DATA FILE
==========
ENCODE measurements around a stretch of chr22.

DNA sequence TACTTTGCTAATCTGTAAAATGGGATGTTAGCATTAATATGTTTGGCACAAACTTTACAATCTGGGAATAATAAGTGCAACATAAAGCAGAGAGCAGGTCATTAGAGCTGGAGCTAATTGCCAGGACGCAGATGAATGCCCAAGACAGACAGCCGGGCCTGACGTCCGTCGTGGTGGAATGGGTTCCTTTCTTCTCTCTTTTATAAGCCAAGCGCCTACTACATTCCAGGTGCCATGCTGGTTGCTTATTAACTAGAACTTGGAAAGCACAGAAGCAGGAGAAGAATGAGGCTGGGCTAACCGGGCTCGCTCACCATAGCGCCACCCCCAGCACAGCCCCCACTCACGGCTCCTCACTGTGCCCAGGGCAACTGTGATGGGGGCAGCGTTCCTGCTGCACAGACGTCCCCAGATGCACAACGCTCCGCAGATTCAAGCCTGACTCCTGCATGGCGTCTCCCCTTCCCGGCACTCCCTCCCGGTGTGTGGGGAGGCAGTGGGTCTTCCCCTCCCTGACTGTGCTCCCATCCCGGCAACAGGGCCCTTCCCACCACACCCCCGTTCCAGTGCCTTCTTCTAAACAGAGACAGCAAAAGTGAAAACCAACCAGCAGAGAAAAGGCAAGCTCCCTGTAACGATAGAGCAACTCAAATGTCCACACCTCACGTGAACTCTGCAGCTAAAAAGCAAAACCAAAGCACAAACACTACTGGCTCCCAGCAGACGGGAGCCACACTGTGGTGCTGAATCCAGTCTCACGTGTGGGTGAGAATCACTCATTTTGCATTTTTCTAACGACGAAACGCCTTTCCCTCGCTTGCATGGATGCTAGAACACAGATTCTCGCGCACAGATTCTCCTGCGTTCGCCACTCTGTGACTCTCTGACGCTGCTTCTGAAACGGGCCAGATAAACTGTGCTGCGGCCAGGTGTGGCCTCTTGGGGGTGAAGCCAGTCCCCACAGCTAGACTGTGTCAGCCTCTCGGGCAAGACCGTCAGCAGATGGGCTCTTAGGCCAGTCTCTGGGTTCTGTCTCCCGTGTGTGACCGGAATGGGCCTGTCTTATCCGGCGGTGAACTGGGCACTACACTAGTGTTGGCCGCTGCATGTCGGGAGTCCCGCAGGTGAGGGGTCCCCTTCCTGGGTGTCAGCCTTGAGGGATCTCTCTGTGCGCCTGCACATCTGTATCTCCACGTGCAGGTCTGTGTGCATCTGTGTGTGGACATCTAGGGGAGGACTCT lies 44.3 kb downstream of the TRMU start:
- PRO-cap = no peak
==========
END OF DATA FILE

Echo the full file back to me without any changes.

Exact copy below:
ENCODE measurements around a stretch of chr22.

DNA sequence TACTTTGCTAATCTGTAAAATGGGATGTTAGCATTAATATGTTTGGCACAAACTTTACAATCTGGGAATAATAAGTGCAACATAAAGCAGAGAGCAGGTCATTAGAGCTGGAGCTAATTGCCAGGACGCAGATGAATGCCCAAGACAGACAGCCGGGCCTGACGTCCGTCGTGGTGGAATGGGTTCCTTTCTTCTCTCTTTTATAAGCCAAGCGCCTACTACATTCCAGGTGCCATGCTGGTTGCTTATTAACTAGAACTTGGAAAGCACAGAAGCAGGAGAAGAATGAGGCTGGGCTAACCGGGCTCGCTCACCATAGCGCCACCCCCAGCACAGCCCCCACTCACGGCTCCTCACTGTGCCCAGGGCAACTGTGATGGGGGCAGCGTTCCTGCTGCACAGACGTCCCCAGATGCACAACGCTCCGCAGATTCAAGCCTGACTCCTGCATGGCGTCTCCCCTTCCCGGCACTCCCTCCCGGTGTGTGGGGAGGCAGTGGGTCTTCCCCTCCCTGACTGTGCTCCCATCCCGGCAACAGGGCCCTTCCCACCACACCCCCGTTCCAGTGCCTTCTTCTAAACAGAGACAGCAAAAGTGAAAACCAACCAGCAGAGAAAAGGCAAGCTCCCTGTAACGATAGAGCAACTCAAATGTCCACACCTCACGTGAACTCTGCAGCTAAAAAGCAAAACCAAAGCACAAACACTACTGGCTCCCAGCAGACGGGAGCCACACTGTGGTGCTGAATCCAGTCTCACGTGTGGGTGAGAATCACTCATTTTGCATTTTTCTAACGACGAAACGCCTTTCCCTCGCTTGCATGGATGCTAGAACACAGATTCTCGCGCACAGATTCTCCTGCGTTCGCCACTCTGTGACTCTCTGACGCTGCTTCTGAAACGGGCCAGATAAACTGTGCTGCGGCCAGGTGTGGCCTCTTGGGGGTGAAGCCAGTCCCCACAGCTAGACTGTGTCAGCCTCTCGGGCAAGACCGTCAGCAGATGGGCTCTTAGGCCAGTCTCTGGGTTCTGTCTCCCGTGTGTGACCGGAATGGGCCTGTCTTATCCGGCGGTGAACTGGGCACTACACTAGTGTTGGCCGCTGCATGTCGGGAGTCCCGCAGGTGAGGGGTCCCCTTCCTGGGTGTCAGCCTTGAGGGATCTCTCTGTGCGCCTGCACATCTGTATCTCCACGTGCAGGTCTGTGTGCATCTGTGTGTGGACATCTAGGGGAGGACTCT lies 44.3 kb downstream of the TRMU start:
- PRO-cap = no peak